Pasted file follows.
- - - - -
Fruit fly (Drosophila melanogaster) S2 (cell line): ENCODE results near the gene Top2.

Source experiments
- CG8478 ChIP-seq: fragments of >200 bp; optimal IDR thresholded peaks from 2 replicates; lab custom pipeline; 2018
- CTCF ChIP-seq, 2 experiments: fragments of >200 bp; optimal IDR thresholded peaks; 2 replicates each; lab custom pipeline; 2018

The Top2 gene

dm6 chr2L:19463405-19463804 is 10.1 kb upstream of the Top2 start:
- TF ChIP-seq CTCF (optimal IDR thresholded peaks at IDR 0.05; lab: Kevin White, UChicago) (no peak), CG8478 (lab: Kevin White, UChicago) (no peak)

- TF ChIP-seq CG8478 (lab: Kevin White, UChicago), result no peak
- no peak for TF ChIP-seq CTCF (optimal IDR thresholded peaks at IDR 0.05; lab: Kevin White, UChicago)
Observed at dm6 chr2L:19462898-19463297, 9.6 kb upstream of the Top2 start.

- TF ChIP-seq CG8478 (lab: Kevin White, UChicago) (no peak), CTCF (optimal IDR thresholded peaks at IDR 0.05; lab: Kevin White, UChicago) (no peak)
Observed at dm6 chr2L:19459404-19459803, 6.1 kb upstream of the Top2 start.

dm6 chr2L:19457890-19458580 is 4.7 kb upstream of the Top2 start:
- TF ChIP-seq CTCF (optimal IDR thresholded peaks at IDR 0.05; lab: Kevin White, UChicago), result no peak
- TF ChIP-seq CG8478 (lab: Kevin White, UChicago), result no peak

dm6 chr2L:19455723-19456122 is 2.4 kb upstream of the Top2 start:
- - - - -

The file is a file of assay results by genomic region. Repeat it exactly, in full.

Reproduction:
Fruit fly (Drosophila melanogaster) S2 (cell line): ENCODE results near the gene Top2.

Source experiments
- CG8478 ChIP-seq: fragments of >200 bp; optimal IDR thresholded peaks from 2 replicates; lab custom pipeline; 2018
- CTCF ChIP-seq, 2 experiments: fragments of >200 bp; optimal IDR thresholded peaks; 2 replicates each; lab custom pipeline; 2018

The Top2 gene

dm6 chr2L:19463405-19463804 is 10.1 kb upstream of the Top2 start:
- TF ChIP-seq CTCF (optimal IDR thresholded peaks at IDR 0.05; lab: Kevin White, UChicago) (no peak), CG8478 (lab: Kevin White, UChicago) (no peak)

- TF ChIP-seq CG8478 (lab: Kevin White, UChicago), result no peak
- no peak for TF ChIP-seq CTCF (optimal IDR thresholded peaks at IDR 0.05; lab: Kevin White, UChicago)
Observed at dm6 chr2L:19462898-19463297, 9.6 kb upstream of the Top2 start.

- TF ChIP-seq CG8478 (lab: Kevin White, UChicago) (no peak), CTCF (optimal IDR thresholded peaks at IDR 0.05; lab: Kevin White, UChicago) (no peak)
Observed at dm6 chr2L:19459404-19459803, 6.1 kb upstream of the Top2 start.

dm6 chr2L:19457890-19458580 is 4.7 kb upstream of the Top2 start:
- TF ChIP-seq CTCF (optimal IDR thresholded peaks at IDR 0.05; lab: Kevin White, UChicago), result no peak
- TF ChIP-seq CG8478 (lab: Kevin White, UChicago), result no peak

dm6 chr2L:19455723-19456122 is 2.4 kb upstream of the Top2 start: